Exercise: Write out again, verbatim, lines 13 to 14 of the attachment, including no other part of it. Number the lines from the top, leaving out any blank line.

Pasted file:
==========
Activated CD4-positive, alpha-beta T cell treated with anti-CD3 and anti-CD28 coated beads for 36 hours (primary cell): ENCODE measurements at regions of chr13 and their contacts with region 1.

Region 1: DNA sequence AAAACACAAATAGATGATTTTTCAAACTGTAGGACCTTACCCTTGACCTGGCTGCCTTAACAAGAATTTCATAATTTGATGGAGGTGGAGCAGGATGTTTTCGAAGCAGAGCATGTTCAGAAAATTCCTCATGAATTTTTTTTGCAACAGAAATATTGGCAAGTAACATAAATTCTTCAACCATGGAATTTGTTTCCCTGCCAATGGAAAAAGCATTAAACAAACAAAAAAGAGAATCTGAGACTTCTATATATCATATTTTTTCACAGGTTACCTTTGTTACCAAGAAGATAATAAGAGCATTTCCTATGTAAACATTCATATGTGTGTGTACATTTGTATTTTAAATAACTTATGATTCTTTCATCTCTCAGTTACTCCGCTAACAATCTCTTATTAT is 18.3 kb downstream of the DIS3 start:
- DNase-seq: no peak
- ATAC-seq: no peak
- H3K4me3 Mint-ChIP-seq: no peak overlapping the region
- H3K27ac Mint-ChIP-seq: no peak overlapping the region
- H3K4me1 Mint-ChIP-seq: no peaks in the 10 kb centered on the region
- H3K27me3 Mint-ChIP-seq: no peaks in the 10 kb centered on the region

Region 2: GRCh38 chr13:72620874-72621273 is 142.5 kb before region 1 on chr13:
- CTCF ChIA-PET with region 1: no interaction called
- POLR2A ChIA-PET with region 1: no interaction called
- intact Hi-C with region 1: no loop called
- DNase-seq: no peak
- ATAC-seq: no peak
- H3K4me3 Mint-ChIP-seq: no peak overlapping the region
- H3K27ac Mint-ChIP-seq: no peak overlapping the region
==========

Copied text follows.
- DNase-seq: no peak
- ATAC-seq: no peak